Telluride Daily Planet, Sunday, January 1, 2012
Here in Whoville, the year is about to roll like a log on its way to the sawmill. Christmas trees are being lobbed into piles outside. Ornaments are going back into recycled egg cartons. And town-wide, Whos of every age and temperament draft New Year’s resolutions on the backs of holiday cards and on bits of leftover wrapping paper.

Every Who, that is, except for Cindy Lou (now 48) who has shut herself in her bedroom, incapacitated once again by an annual recurrence of post-Christmas stress disorder, which, in her case, manifests as a migraine headache lasting a week, sometimes even more. Generally, she loses five or six pounds and then drinks protein powder throughout the month of January trying to gain it all back.

Cindy Lou, you see — an energetic wife, a loving mother, and a ferocious athlete (on a par with her husband Marty), has never completely healed from that cold, dark winter of 1966, the one when Christmas — every square inch of it — was snatched away by the Grinch. Eventually, yes, reports were of healthy closure. We all know the Grinch’s heart grew three sizes and that he returned Christmas and even went on to become the godfather of Marty and Cindy’s daughter Samantha Who before his passing in the mid ‘80s. We see a bronze statue of him holding a present close to his heart in front of the Whoville courthouse, and we assume the town is healed. For the most part, it is.

But Cindy Lou, still trying to process (in the recesses of her psyche and heart) that harrowing morning when she had come downstairs to find that all her holiday joy, all her anticipation and faith in the magic of the world, had been stripped bare — Cindy Lou has not healed.

Dr. Norman Who, the town MD, eventually has no choice but to conclude that Cindy Lou’s condition has to do with her speaking role in the story (as told by Theodore Seuss Geisel), and with what seemed to be the Grinch’s personal betrayal of her. That these factors have ratcheted up her symptoms into a full-blown syndrome.

Naturally, Marty has underwritten all manner of treatments for his wife. Psychoanalysis with Dr. Vanessa Who (an utter failure), followed by sedatives and anti-depressants. Supplements, essential oils and Chinese pills for her kidneys being wet and cold. Hypnosis, EMDR, tapping and energetic bodywork. Marty, at the suggestion of their son Evan, has tried whisking her off to spas and tropical climes right after Christmas to break the cycle. In the late 90s the family even hires a medium to contact Grinch on the Other Side. All to no avail.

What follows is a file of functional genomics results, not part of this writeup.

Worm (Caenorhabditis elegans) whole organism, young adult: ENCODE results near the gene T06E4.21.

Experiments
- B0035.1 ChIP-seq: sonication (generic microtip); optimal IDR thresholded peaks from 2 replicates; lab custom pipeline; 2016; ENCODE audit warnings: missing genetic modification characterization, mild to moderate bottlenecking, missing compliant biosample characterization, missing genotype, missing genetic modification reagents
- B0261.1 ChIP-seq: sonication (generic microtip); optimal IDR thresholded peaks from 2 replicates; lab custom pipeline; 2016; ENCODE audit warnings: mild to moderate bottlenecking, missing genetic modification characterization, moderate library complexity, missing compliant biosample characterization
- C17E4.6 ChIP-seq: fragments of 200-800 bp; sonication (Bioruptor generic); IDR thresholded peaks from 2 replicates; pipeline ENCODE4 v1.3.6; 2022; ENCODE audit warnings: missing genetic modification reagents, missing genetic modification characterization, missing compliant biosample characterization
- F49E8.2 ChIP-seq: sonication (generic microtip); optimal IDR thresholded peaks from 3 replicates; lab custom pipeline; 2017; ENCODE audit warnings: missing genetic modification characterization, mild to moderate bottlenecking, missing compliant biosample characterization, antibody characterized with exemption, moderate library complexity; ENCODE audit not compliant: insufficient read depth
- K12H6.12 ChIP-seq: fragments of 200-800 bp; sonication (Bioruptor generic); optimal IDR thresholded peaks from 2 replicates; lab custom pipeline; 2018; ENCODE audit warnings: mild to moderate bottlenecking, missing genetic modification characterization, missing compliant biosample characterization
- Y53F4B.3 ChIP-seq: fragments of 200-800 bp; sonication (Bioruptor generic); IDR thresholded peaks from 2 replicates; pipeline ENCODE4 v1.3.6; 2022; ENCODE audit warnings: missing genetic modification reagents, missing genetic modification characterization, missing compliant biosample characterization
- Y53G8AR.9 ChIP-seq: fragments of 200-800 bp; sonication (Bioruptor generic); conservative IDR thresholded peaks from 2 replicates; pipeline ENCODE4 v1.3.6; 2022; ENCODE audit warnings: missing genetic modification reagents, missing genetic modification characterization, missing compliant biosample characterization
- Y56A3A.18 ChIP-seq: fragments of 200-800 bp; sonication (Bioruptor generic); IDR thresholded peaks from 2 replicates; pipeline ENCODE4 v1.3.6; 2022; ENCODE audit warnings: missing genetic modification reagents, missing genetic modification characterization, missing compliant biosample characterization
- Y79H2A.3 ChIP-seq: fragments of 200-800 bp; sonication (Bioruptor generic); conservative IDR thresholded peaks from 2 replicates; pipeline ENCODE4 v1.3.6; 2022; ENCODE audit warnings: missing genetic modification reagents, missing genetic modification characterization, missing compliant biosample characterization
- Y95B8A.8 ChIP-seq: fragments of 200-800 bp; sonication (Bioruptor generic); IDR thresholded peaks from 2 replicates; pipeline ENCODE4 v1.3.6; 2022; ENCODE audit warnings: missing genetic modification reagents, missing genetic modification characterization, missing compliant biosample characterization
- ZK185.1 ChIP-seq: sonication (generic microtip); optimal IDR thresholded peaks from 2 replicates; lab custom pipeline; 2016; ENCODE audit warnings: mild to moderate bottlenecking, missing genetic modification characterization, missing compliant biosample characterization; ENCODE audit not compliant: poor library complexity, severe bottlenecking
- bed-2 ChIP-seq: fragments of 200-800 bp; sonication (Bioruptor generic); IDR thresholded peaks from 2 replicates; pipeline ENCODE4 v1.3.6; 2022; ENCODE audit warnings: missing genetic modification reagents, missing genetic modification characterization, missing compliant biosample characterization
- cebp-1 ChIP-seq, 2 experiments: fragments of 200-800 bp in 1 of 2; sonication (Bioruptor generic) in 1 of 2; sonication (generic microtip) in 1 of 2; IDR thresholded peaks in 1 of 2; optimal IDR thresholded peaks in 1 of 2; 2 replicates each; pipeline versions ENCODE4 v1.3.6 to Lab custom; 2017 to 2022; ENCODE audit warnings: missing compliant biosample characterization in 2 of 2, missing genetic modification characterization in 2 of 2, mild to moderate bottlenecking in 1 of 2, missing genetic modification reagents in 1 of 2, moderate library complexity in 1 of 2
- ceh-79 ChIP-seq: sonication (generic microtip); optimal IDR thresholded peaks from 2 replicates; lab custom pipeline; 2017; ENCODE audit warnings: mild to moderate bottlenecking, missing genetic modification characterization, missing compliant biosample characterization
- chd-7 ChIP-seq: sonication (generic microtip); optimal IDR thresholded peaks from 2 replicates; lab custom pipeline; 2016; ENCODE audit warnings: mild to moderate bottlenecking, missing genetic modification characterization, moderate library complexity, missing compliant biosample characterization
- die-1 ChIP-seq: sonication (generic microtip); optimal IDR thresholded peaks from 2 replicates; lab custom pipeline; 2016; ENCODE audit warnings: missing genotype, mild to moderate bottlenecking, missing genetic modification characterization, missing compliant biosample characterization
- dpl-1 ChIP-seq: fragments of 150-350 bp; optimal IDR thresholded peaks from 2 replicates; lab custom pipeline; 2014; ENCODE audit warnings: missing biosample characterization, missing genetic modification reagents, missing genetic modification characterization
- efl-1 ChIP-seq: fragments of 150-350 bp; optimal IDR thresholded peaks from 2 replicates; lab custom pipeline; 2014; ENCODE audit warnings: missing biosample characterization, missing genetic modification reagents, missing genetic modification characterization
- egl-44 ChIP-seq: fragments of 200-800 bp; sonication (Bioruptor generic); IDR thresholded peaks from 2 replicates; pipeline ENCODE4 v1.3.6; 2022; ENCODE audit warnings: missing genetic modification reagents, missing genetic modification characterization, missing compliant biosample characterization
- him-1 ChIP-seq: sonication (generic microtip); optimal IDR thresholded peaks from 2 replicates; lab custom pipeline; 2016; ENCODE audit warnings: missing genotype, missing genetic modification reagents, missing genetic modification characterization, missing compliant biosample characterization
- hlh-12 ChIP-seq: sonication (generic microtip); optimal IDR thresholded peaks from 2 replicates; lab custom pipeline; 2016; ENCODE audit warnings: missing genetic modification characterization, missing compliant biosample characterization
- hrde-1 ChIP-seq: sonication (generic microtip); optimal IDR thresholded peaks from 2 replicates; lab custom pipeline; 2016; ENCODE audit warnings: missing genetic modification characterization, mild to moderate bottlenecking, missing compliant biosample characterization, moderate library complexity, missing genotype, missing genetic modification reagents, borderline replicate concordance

Also, in an effort to address what appears to be Cindy Lou’s feelings of perpetual lack, her family typically buys her mountains of presents. This year? Marty has upped his game and adopted a puppy for her from Whoville Humane, the sweetest, gentlest ball of baby fat and fur, which Cindy Lou immediately names Marvel.

But right on track, two days after Christmas, Cindy Lou reports her first migraine aura, starts gripping counters, and doubling over, and by the 28th she is back in her room, blinds drawn, alternating between throwing up and lying as still as possible. Samantha has since come over with dinners she has made for her dad. And Evan, a middle school science teacher, calls his father daily with funny stories about the kids.

Marty, this very moment standing in the kitchen and holding the new puppy in his arms, is tired. Exhausted. Almost delirious with trying to fix things. Maybe he has made a mistake, thinking his love can heal Cindy Lou. That their marriage can heal her, that their children can. Maybe, he thinks, she should have married someone smarter than him. Maybe he shouldn’t have married a child star.

Outside, snow is falling. Friends are calling yoo-hoo.

Marty puts the puppy down. He pours himself a cup of the dark roast Whoville coffee they always buy around Christmas. The puppy collapses on a flannel bed of cedar chips and closes his eyes, and Marty stands there, mug in hand, listening to the faint sound of large snowflakes hitting the earth and the fir trees and the tops of bird houses. The coffee smells delicious and he sips it even though he knows it will keep him up. Through the windowpanes the watery light of late afternoon, a translucent golden pink, slowly fades. Lavenders and grays steal in behind, and the world dims.

Marty, somehow mesmerized, doesn’t know exactly what it is he is feeling. His shoulders drop. His heartbeat slows. The world almost seems to be breathing him. He takes this in for the two minutes it is given him and then, as dusk enters the house, he begins lighting candles in the kitchen. Lights one for Cindy Lou, lights one for himself and then his two children, lights one extra. It is the best he can do; and, for once, Marty senses it might just be enough.

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